Even though it has been more than 25 years since the last U.S. troops left Vietnam, the scars of that conflict remain. Akin to the War Between the States, the undeclared war in Southeast Asia divided America. The men and women who went into battle, who were essentially doing their duty, returned to find a land in upheaval. They were heroes who did not receive a welcome. Unlike during the Second World War, Hollywood was slow to react to the Vietnam War and when it did the results ranged from John Wayne leading The Green Berets in 1968 to the fervent anti-war documentary Hearts and Minds in 1974. After the American involvement ended, film makers were willing to tackle the subject, often by attempting to politicize aspects. The late 1970s saw a flurry of well-received works (The Deer Hunter, Apocalypse Now, Coming Home) and the 80s brought efforts by Oliver Stone (Platoon, Born on the Fourth of July), Stanley Kubrick (Full Metal Jacket) and Brian De Palma (Casualties of War). Most of those films took a slightly cynical view toward the soldiers; the characters portrayed were arguably more anti-heroic than heroic.
Oscar-nominated screenwriter Randall Wallace (Braveheart) first read the book We Were Soldiers Once ... and Young while on a plane trip and, struck by its tribute to the heroism of men on the battlefield, was determined to adapt it as a movie. While the books authors, Lt. General Hal Moore (ret.) and Joseph L. Galloway were reluctant, Wallace persevered and won them over. The resultant movie, We Were Soldiers, arrived in theaters at a time when Americans were once again coming to grips with how to define a hero and watching as sons and daughters, fathers and mothers and brothers and sisters were heading off to fight in a foreign land. Just as Black Hawk Down did, this film taps into the Zeitgeist and presents a fictionalized (albeit fact-based) presentation of the carnage of the battlefield and the bravery of men in combat.
Wallace opens with a prologue set in 1954 as French troops are massacred. It is one of the screenwriter's numerous uses of foreshadowing. While some might argue it bogs down the story, in fact, the opening sequence brilliantly sets the stage for the action to come. As a director, Wallace doesn't shy away from using graphic, sometimes unwatchable violence. The action then skips about a decade later and focuses on Lt. Col. Harold 'Hal' Moore (Mel Gibson), family man and career militarist. Gibson infuses the character with a streak of decency and humanity. Moore is not like other military leaders; he is the first on and the last off the battlefield. He respects the men serving with him and as such commands the loyalty of his men. Gibson does a nice job of showing the various facets of the man, from loving parent to playful spouse to battle strategist. Once the audience has met Moore and some of his men, the film shifts to the confrontation in the Ia Drang Valley that served as the first major skirmish between U.S. and North Vietnamese soldiers.
There's perhaps some irony to the fact that Moore was placed in charge of the First Battalion of the Seventh Cavalry, which as noted in the film, was the regiment commanded by General George Armstrong Custer. Indeed, Moore found himself greatly outnumbered, leading just under 400 men into a battle with over 2000 North Vietnamese. The brutal and bloody battle is portrayed for the remainder of the film. Although Wallace clearly intends for the audience to develop respect for the men who fought in Vietnam, there is a contemporary resonance that is unavoidable since September 11, 2001 and the deployment of troops to Afghanistan. And to that end, he succeeds.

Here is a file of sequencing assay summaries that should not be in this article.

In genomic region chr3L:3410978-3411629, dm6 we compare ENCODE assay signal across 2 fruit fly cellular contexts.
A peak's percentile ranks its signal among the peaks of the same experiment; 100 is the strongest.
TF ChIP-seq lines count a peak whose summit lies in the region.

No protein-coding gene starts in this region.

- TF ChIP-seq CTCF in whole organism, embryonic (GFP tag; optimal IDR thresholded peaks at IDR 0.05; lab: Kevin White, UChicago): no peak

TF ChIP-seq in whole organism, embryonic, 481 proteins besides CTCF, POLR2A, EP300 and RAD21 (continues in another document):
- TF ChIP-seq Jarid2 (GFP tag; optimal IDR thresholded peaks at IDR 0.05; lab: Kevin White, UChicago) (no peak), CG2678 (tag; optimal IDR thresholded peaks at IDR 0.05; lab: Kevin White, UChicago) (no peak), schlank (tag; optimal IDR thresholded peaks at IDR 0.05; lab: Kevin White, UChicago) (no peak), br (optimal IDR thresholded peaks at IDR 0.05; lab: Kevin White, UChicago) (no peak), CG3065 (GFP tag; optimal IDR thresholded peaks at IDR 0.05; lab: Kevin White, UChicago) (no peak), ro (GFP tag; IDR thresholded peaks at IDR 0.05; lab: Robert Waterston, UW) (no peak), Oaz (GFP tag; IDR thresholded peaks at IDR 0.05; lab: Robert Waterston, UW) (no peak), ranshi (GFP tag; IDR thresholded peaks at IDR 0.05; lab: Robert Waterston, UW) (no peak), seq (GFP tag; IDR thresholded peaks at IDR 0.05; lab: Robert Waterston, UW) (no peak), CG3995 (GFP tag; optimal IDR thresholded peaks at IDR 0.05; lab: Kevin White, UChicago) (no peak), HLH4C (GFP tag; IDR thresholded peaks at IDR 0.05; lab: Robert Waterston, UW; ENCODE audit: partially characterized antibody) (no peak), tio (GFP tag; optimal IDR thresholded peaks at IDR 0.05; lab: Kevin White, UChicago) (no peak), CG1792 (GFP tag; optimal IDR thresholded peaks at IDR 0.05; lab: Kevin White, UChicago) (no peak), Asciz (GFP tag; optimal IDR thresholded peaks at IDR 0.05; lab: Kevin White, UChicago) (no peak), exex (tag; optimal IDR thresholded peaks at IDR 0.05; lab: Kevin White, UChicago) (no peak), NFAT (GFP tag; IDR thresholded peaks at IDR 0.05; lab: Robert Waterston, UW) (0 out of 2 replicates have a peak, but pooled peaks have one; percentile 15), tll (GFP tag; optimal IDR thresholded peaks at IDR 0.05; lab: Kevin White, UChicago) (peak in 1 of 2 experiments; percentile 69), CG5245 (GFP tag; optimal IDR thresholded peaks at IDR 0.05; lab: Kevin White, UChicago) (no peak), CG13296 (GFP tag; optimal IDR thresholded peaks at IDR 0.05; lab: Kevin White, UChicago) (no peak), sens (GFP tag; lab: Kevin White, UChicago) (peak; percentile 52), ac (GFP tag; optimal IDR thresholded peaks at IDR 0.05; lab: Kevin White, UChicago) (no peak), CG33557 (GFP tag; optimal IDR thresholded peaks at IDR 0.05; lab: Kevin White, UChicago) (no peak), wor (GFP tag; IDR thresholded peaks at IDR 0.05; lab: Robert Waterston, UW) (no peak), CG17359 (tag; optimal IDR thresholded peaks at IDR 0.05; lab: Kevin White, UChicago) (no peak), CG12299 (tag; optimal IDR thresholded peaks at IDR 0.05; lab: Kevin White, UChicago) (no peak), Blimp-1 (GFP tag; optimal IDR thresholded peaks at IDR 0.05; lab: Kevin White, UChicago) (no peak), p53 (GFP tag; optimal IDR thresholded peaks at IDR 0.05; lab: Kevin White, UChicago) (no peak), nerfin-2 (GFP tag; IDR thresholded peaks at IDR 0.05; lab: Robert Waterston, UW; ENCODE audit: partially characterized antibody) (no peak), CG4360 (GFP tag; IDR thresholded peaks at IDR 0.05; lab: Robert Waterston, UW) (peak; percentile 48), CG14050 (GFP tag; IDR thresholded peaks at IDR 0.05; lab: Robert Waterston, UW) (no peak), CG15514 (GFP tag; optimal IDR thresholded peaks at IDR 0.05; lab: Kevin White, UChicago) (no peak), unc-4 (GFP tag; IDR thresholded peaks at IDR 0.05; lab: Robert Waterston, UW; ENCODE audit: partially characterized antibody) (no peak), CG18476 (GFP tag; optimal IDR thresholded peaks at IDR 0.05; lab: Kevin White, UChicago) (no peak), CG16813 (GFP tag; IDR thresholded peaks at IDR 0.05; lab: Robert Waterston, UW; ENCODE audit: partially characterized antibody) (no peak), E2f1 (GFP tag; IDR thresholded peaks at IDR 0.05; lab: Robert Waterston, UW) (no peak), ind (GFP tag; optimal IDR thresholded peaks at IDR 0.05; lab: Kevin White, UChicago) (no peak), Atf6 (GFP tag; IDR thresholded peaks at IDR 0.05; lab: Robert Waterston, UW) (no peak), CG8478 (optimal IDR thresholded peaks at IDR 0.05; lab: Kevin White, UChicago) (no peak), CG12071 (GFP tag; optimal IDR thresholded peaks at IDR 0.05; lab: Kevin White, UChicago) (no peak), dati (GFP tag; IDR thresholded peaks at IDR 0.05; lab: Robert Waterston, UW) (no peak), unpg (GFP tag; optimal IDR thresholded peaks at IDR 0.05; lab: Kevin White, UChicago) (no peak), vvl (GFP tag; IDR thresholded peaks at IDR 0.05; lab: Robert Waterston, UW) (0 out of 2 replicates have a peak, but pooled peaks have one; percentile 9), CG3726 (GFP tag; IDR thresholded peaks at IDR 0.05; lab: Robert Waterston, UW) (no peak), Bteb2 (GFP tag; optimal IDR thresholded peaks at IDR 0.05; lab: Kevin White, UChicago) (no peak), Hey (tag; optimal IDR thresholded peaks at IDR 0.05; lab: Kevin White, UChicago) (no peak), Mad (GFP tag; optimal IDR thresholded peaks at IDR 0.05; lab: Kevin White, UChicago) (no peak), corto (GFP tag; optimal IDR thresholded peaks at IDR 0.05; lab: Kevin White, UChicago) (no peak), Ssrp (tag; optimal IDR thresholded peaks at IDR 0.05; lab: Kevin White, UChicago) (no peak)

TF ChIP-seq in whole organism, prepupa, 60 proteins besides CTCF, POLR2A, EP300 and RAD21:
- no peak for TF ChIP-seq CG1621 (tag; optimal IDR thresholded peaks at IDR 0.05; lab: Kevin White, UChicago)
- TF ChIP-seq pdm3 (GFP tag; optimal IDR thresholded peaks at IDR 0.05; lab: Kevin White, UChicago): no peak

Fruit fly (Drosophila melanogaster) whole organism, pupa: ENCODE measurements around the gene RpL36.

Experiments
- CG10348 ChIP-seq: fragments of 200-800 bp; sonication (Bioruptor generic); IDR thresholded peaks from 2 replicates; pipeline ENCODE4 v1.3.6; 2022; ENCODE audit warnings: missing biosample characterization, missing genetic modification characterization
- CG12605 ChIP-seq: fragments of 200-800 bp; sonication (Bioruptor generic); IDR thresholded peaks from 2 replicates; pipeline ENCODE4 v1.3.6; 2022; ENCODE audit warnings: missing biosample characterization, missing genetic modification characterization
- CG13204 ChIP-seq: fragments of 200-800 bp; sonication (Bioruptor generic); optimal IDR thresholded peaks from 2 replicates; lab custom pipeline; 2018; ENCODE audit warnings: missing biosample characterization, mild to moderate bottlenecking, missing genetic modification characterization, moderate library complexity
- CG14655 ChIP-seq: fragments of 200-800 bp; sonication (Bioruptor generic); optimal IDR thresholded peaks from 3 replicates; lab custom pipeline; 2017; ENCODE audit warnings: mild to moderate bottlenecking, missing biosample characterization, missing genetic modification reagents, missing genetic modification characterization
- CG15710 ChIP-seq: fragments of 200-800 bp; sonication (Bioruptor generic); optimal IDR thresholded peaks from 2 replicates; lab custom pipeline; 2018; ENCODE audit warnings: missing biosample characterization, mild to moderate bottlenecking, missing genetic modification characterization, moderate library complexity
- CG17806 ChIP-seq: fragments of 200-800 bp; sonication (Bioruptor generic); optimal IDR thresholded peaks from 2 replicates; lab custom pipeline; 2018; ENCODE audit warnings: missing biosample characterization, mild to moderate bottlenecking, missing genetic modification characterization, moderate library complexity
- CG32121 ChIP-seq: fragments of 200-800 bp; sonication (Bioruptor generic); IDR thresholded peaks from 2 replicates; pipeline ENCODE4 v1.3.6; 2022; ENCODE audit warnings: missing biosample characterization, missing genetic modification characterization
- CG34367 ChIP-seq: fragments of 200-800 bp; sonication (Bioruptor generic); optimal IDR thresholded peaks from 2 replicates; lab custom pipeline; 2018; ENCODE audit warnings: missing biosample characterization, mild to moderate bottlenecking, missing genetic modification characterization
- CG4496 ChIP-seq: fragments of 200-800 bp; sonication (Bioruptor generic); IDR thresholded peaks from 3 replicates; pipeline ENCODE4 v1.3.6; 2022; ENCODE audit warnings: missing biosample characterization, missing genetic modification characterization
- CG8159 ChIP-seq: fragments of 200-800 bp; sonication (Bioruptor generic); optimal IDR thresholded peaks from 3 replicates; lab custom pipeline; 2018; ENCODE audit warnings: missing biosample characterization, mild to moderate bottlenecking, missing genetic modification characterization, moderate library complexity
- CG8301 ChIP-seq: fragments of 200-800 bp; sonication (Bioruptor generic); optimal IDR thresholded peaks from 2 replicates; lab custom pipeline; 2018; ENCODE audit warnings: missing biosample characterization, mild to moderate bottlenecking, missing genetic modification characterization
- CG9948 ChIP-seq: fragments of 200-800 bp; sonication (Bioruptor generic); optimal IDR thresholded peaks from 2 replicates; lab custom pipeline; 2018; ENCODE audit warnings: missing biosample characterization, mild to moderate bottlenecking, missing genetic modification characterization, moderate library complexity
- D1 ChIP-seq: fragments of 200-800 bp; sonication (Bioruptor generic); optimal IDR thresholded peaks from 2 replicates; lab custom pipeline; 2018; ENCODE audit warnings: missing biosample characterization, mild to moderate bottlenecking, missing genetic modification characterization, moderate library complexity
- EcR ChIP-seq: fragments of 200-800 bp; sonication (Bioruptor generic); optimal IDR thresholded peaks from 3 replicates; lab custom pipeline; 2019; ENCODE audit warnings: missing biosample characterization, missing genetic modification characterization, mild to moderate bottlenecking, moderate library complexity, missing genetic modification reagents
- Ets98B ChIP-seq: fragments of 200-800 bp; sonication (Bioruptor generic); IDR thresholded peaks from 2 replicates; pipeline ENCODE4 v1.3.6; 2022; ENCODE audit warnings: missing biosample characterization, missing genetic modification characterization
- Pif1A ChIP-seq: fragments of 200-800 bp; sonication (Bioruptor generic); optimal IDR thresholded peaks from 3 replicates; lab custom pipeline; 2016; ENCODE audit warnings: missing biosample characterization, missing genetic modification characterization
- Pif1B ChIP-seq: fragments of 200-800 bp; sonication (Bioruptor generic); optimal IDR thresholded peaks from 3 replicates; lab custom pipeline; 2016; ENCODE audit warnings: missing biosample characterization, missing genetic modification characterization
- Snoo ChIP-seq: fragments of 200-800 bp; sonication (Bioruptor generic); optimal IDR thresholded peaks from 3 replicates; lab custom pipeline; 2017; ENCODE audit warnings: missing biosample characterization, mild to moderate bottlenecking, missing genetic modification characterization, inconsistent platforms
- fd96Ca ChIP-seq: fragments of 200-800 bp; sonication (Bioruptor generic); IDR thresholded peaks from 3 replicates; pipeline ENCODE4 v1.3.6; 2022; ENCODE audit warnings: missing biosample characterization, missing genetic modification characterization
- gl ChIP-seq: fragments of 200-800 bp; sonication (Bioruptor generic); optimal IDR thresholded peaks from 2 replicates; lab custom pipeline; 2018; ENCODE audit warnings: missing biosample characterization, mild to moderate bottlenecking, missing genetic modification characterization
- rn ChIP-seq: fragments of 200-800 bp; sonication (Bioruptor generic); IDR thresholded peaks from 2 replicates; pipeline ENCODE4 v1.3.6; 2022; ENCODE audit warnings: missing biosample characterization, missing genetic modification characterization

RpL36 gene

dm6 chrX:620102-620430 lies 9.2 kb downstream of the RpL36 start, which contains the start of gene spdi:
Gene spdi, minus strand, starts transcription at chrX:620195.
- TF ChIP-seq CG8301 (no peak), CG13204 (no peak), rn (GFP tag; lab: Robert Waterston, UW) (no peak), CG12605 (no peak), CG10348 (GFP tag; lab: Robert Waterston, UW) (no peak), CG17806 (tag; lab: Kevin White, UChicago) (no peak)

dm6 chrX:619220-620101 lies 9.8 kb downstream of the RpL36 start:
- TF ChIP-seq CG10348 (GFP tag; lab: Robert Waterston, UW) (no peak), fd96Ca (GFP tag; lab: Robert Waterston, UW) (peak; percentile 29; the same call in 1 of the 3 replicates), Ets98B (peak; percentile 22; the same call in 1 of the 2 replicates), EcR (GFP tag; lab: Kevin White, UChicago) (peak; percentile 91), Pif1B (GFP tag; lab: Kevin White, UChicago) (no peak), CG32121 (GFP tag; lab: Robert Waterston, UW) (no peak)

By their nature, war films don't really allow for detailed character development of the supporting players and just as in Black Hawk Down, there are innumerable young actors working hard who will go unheralded since they don't have a great deal of screen time. The few characters on whom Wallace has chosen to focus are a mixed bunch. There's the grizzled veteran (Sam Elliott), the cocksure helicopter pilot (Greg Kinnear) and the earnest recruit (Chris Klein). Barry Pepper shows up about half-way through as UPI reporter Joe Galloway, who ends up becoming a part of the battle he was there to cover.
What is somewhat less effective is Wallace's use of a device he employed in his script for Pearl Harbor, that is, showing the North Vietnamese leader (Don Duong) studying maps and issuing commands. Whether it was an attempt to humanize the faceless enemy or not, it doesn't quite work, particularly as Wallace uses the same device more effectively to depict the effects of the battle on those at home. In a very moving sequence (whose chronology one might quibble over), Moore's wife Julie (Madeleine Stowe) takes charge of delivering the telegrams to her neighbors at the Army base who have been left widows.
We Were Soldiers has much to admire (including Dean Semler's cinematography, William Hoy's fine editing, and the percussive score by Nick Glennie-Smith), but it also feels a bit padded and overlong, particularly in some of the battle scenes. Still, the film does manage to make its point about heroism and bravery and achieves it in a respectful manner
Rating: B Running time: 137 mins. MPAA Rating: R for sustained sequences of graphic war violence, and for language